- In a horrifying blockbuster of a report from the NYT, American Navy SEALs appear to have abused and tortured Afghans circa 2012 while stationed in the country.
- India and Japan are furthering their ties. The two countries signed a deal that would help India's efforts to build a 'bullet train,' which Japan already has.
- Pakistan marked one year since the attack on an army public school that killed over a hundred children and several teachers.
- The Islamic State (IS) are hindering polio vaccine efforts in Pakistan.
- Lashkar-e-Jhangvi, a banned Sunni militant group, claimed a bombing in the northwestern tribal area of Pakistan that targeted a Shiite marketplace.
Southeast & East Asia:
- China is looking to strengthen its ties with Eurasian nations (namely the Central Asian block.)
- A prominent civil rights lawyer has gone on trial in China. He is charged with "inciting ethnic hatred" -- something his supporters (and most evidence) strongly counters.
- Over a dozen coal miners trapped in northeast China are feared dead. They were caught in a tunnel following a fire and explosion.
- Around 750,000 people were evacuated in the Philippines over an approaching typhoon.
- Japan has upheld an old law requiring married couples to have the same last name.
Europe & Eurasia:
- Despite doing well in the first round of regional elections last week, France's far-right National Front party failed to win any region in the final voting round. "Tactical voting" on the part of more left-leaning parties opposing the National Front is credited with staving off the party.
- Russian-Turkish tensions are escalating even more - in the latest jab since Turkey downed a Russian plane in violation of its airspace, Russia fired at a Turkish fishing boat in the Aegean Sea.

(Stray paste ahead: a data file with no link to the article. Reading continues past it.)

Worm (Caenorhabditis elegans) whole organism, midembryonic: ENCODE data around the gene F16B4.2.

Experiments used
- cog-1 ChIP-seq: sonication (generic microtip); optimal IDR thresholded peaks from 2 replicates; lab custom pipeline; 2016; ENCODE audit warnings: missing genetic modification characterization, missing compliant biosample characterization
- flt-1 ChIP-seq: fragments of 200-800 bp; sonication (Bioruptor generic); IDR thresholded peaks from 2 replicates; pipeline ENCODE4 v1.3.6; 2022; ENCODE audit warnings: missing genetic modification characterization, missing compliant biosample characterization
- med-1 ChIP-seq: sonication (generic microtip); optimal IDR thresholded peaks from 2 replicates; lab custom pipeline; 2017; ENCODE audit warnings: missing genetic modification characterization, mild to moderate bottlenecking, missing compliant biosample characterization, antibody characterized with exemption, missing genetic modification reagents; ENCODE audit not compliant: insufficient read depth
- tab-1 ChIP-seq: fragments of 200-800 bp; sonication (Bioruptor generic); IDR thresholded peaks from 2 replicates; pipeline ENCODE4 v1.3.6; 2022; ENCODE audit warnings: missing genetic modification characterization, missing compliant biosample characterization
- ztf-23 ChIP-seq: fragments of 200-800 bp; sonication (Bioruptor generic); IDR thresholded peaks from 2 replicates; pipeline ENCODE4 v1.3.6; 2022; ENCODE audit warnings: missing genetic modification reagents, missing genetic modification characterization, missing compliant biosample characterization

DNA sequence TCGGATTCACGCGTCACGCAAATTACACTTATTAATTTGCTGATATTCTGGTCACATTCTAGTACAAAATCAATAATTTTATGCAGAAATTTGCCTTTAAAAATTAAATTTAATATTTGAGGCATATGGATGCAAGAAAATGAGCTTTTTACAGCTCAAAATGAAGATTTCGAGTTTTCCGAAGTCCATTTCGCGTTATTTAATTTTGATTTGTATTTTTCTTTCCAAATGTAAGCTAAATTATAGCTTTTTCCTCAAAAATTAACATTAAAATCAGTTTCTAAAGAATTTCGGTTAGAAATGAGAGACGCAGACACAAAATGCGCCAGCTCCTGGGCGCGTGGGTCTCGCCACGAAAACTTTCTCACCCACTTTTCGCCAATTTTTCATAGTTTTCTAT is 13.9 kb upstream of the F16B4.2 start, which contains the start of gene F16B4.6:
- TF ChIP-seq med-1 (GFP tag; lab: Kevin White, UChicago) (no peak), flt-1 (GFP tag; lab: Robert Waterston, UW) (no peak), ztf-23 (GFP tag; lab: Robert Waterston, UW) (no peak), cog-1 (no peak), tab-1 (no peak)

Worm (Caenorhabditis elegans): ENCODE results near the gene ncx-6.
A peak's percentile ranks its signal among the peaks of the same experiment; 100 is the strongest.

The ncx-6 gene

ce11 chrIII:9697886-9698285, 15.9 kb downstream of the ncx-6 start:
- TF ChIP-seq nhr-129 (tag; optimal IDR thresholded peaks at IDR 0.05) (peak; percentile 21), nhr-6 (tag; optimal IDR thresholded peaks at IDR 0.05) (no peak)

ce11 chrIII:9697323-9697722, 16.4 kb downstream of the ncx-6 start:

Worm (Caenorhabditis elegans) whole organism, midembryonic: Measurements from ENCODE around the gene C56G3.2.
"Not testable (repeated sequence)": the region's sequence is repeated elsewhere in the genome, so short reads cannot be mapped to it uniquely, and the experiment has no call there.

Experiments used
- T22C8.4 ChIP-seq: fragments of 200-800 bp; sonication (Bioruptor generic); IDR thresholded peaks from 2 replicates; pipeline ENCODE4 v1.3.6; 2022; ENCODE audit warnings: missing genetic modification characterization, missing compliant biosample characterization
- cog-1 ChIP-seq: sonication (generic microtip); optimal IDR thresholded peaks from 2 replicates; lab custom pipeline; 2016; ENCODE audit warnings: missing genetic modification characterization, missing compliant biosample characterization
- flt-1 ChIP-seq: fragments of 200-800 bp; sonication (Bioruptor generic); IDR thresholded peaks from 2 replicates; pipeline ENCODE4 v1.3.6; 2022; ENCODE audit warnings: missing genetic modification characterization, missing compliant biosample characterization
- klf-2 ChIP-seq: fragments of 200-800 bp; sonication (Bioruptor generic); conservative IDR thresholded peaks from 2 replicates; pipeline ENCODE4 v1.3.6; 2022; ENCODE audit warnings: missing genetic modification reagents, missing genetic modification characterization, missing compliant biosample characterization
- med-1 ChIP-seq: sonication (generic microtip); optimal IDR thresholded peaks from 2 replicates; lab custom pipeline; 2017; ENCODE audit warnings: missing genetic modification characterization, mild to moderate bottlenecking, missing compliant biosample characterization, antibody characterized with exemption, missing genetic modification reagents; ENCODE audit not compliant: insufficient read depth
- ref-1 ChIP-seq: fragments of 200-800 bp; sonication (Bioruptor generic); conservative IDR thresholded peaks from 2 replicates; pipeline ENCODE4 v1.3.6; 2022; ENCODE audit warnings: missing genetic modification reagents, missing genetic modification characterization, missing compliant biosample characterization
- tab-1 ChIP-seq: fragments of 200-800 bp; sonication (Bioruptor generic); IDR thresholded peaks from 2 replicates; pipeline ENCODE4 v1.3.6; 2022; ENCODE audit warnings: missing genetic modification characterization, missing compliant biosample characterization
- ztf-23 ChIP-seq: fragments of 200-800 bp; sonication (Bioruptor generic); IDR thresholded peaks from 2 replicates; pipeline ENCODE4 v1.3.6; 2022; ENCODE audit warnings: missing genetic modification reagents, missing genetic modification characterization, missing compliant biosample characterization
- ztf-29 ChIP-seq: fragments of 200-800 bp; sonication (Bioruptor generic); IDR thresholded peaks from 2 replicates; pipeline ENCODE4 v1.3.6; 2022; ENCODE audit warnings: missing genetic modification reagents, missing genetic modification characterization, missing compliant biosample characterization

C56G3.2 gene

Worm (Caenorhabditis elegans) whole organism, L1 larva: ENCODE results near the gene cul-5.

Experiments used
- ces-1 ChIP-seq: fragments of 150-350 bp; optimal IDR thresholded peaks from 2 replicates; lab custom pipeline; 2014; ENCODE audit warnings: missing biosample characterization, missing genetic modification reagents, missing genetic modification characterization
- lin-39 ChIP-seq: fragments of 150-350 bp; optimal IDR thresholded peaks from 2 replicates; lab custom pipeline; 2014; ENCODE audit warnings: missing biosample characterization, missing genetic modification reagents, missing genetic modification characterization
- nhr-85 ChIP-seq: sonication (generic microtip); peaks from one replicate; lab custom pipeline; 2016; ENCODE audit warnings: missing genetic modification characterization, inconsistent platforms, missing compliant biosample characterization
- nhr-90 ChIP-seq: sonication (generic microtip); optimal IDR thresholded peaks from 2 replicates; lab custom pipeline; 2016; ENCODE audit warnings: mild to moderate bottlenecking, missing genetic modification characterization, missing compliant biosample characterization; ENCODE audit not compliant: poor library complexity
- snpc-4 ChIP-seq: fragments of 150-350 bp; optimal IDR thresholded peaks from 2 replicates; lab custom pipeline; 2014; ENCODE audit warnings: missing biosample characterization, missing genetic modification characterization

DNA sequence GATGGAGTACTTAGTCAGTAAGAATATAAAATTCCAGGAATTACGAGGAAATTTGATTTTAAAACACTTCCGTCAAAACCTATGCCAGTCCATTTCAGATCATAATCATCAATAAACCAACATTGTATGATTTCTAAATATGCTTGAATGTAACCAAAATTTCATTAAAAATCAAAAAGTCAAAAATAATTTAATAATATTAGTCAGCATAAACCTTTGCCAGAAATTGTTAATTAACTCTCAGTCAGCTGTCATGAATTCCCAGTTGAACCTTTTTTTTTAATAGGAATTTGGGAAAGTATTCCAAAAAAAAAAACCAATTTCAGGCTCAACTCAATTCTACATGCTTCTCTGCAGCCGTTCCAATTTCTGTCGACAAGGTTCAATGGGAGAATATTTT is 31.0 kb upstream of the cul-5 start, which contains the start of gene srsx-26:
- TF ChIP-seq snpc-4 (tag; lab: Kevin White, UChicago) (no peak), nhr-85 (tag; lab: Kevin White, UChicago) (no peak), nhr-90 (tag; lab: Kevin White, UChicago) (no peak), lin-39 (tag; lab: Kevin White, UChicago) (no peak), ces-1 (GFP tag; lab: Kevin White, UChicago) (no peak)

- Reports indicate Turkey has mistreated scores of refugees,.
- US Secretary of State John Kerry met with Russian Foreign Minister Sergei Lavrov to discuss the war in Syria, with emphasis on the role Syrian President Bashar al-Assad would play in peace negotiations.
- Poland's move to the political right has many onlookers concerned.
Middle East & North Africa:
- Saudi Arabia held its first elections offering women the right to both vote and run as candidates. (Women still had to be escorted to the polls by male chaperons.) At least nineteen women have been elected to office based on the results.
- Saudi Arabia has also created an "international counter-terrorism force" with the goal of uniting Muslim nations in the fight against terrorism. Thirty-four nations are members; Iran, Iraq, and Syria have been notably left off the list.
- In an effort to deter the IS, numerous world powers have backed an agreement signed by rival governments in Libya on Wednesday.